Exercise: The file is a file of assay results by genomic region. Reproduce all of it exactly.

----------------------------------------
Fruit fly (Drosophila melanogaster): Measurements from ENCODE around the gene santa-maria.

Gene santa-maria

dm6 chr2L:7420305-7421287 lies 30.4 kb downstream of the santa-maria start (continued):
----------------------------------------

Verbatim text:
Fruit fly (Drosophila melanogaster): Measurements from ENCODE around the gene santa-maria.

Gene santa-maria

dm6 chr2L:7420305-7421287 lies 30.4 kb downstream of the santa-maria start (continued):